Concrete Thinking – Underground Construction

“I’ll huff and I’ll puff and I’ll blow your house down!”

Reinforced Concrete has become one of the defining building elements in the late Twentieth early Twenty First Century. Space defined by concrete slabs epitomises the sense of non-place and incidental corners which are typical of much of the urban environment we inhabit.

Concrete (mineral aggregate, cement and water) has become so commonplace that it is easily overlooked; as are the spaces defined by it’s block-like structures.
With the rise of its use, the material of choice and necessity for  functional construction, there is a merging of place.

On first appearance, passing glance, there is something cold and hard about unrendered concrete, yet looked at closely it is enriched by surface detail: water marks, aggregate details, drying blemishes, potmarks etc.

Concrete structures  demark urban spaces – from bayed car parks to walled compounds (to walled States).  Walls, partitions, boxed spaces, concrete cells, all represent psychological states of mind. They are places of confinement, contained spaces, and can be read further as places of anxiety: the anxiety of safeguarding seperate selves.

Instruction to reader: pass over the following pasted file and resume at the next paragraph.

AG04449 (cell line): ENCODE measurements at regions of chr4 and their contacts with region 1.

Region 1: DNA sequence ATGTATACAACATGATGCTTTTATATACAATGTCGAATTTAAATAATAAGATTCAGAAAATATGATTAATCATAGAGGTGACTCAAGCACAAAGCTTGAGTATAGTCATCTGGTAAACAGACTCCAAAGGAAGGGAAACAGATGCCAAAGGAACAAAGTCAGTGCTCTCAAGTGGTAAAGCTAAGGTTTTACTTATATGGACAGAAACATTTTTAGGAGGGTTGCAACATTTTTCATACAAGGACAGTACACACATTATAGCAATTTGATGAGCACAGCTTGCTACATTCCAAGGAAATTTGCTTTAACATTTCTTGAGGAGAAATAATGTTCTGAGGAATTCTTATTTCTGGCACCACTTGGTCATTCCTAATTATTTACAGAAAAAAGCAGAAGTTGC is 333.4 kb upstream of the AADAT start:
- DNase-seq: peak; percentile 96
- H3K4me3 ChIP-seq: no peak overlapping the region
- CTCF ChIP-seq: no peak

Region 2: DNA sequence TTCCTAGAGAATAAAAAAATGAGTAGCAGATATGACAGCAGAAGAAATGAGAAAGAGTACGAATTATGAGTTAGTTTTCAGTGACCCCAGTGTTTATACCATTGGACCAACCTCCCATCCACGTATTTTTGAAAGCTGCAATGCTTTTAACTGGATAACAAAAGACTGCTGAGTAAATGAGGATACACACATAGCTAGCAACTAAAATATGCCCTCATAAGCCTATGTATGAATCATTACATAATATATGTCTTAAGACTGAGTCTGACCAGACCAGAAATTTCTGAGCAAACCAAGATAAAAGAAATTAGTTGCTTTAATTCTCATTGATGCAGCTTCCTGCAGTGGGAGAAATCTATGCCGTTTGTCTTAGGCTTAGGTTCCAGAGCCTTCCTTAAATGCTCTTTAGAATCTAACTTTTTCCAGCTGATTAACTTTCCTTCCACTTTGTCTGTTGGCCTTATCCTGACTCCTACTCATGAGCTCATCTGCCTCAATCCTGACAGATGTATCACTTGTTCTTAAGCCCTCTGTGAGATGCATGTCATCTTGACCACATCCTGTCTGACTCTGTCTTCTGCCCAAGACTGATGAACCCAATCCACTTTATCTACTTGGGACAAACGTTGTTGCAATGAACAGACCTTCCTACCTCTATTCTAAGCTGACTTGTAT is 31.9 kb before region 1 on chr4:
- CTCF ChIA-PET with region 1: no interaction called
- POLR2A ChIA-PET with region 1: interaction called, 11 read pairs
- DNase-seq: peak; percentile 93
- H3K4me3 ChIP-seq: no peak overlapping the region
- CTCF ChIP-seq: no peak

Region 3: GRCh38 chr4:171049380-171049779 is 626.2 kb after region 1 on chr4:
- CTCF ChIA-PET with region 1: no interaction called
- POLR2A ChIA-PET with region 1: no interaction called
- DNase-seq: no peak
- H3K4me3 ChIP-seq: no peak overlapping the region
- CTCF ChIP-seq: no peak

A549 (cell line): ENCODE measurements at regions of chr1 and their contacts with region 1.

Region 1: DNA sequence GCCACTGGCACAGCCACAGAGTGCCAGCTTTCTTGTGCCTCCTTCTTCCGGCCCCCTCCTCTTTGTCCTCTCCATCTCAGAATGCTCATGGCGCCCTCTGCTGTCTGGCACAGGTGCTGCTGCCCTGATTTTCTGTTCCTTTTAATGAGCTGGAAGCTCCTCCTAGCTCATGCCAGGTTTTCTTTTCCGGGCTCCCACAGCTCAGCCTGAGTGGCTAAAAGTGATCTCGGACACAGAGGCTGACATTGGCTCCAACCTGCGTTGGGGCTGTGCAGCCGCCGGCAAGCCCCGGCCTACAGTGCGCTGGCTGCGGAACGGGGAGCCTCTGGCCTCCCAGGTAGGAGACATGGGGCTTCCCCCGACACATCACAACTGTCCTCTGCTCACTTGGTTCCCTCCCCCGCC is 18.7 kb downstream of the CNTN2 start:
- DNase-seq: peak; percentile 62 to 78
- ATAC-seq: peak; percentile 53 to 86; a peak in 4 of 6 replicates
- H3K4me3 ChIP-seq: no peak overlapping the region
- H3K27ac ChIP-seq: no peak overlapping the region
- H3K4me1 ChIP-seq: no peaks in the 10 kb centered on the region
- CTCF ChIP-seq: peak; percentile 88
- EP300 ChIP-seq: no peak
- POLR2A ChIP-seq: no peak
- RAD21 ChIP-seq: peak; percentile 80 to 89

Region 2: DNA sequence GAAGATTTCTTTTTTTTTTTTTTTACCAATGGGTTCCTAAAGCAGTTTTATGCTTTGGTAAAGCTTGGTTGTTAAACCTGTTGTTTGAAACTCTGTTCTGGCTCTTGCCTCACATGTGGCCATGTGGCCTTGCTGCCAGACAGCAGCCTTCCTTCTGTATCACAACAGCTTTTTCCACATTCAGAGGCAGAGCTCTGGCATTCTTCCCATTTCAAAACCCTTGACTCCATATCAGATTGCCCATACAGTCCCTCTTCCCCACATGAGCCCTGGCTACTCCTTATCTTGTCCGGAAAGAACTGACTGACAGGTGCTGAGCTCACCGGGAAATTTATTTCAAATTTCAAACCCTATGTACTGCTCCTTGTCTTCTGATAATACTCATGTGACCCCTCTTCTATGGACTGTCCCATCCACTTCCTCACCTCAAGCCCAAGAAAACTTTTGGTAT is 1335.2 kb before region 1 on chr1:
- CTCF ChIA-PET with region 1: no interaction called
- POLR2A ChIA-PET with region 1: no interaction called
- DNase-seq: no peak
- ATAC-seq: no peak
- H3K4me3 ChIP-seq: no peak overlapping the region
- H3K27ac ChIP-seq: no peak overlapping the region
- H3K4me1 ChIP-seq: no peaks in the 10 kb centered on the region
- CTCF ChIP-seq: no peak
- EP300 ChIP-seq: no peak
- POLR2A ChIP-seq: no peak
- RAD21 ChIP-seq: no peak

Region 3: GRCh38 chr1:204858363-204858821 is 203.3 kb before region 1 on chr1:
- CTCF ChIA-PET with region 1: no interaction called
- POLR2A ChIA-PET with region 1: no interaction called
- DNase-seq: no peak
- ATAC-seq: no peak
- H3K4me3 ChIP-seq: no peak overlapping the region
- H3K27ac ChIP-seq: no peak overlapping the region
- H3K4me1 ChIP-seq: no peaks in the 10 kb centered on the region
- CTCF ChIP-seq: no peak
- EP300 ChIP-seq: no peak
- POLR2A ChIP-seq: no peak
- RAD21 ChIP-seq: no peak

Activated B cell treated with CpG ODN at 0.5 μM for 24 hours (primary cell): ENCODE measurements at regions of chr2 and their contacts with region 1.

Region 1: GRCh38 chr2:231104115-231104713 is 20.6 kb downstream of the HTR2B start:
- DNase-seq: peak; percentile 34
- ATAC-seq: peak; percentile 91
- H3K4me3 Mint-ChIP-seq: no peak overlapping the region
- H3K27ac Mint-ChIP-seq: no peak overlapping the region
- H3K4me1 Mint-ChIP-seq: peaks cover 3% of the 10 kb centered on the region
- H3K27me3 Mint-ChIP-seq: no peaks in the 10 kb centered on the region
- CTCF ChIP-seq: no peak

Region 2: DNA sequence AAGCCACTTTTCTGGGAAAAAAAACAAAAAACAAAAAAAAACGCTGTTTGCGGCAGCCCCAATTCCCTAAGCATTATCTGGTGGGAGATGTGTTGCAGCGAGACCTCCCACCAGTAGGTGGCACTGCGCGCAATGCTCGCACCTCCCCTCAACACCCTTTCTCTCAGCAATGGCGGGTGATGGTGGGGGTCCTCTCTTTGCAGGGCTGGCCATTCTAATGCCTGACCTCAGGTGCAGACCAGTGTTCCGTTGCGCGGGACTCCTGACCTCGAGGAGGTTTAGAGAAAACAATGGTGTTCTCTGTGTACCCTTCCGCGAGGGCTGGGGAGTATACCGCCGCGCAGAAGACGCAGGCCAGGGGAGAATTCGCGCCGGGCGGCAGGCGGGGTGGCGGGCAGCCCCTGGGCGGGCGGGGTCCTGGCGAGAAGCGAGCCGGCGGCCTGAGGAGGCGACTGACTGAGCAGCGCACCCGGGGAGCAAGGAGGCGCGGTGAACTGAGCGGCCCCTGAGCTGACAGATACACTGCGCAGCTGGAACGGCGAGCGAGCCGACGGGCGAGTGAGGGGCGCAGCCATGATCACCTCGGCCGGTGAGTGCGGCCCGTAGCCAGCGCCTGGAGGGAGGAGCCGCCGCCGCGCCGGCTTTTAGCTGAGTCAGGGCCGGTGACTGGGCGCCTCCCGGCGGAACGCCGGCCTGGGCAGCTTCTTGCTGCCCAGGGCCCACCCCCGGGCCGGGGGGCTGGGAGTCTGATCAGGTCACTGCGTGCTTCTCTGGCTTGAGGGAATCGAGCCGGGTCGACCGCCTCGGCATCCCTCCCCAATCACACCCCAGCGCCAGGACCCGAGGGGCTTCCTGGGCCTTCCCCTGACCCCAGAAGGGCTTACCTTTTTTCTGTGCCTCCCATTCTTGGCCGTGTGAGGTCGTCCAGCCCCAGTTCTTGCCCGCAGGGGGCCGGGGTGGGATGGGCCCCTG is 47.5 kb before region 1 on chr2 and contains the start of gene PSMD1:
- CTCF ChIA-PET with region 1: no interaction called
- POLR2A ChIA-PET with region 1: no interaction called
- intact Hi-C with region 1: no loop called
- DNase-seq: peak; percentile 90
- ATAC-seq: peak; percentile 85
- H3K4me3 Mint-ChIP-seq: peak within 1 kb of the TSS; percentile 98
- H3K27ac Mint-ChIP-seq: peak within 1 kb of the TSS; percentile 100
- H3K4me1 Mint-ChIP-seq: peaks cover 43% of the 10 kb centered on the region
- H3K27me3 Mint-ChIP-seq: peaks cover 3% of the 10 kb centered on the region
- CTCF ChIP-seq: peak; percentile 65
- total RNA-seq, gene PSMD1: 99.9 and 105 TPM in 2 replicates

The images in this series of ‘Concrete Thinking: Urban Essays’ are drawn from diverse yet similar locations: the ubiquitous concrete car parks, lower recesses of new building developments,  road overpasses, mid-construction houses and abandoned silos; locations scattered: from the high Alps to London’s South Bank.


About barryfalk

I am a self-taught photographer based in West Sussex. I photograph ‘Incidental Spaces’, places tucked away and neglected: edges of car parks, junk-filled garages, loading bays, abandoned spaces, vacant rooms, ransacked offices. These are the overlooked details of a city: architectural features which appear to serve no function. My images seek to capture an aspect of the city which is not willingly acknowledged. These places can be read as metaphors for loss and as such are suffused with a disturbed sense of self, what Freud referred to as the unheimliche: the familiar which has become alienated through the process of repression. However, when re-seen, photographed from a particular angle, in a certain light, these incidental spaces turn out to be resonant with association.
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